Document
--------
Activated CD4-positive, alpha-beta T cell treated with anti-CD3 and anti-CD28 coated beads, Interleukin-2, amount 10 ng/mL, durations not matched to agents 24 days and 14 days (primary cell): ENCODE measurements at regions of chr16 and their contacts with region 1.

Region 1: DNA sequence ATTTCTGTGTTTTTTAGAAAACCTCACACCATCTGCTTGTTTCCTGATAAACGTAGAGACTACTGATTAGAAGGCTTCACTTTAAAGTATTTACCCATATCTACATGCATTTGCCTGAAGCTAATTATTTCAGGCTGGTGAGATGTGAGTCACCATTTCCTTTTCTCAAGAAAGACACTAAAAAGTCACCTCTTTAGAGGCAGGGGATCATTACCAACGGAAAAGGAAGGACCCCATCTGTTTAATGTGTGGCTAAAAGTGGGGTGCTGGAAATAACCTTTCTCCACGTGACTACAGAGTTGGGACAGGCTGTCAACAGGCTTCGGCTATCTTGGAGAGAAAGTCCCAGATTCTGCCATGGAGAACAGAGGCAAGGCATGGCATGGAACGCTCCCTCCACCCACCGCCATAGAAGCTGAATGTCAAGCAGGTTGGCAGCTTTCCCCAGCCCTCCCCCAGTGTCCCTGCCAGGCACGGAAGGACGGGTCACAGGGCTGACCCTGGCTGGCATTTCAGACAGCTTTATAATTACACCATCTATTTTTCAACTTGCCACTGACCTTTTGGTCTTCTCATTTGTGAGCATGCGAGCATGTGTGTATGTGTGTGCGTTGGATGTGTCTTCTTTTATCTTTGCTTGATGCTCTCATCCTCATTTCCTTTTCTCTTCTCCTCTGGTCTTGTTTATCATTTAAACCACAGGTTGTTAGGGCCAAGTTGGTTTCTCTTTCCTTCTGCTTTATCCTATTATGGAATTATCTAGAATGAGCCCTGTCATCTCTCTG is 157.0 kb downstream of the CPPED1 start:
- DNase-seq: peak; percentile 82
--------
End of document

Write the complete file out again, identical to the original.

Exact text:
Activated CD4-positive, alpha-beta T cell treated with anti-CD3 and anti-CD28 coated beads, Interleukin-2, amount 10 ng/mL, durations not matched to agents 24 days and 14 days (primary cell): ENCODE measurements at regions of chr16 and their contacts with region 1.

Region 1: DNA sequence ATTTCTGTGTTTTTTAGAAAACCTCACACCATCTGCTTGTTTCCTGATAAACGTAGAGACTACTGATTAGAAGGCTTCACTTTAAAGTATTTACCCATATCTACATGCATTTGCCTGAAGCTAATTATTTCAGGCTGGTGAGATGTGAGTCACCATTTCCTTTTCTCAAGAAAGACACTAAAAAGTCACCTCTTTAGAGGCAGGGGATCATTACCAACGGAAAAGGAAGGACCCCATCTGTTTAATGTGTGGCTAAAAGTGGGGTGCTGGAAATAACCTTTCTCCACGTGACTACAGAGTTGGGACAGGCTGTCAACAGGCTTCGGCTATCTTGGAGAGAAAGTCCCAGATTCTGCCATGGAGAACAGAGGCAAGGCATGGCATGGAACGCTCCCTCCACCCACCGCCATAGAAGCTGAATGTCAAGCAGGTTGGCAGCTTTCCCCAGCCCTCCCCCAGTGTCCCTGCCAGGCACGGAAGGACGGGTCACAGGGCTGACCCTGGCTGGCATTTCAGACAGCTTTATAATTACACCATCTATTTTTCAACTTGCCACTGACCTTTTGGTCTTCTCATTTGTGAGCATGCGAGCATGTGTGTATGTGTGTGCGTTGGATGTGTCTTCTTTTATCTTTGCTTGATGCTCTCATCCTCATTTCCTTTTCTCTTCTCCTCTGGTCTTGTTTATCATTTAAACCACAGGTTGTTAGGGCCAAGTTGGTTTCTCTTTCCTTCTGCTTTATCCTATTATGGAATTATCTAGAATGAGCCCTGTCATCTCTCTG is 157.0 kb downstream of the CPPED1 start:
- DNase-seq: peak; percentile 82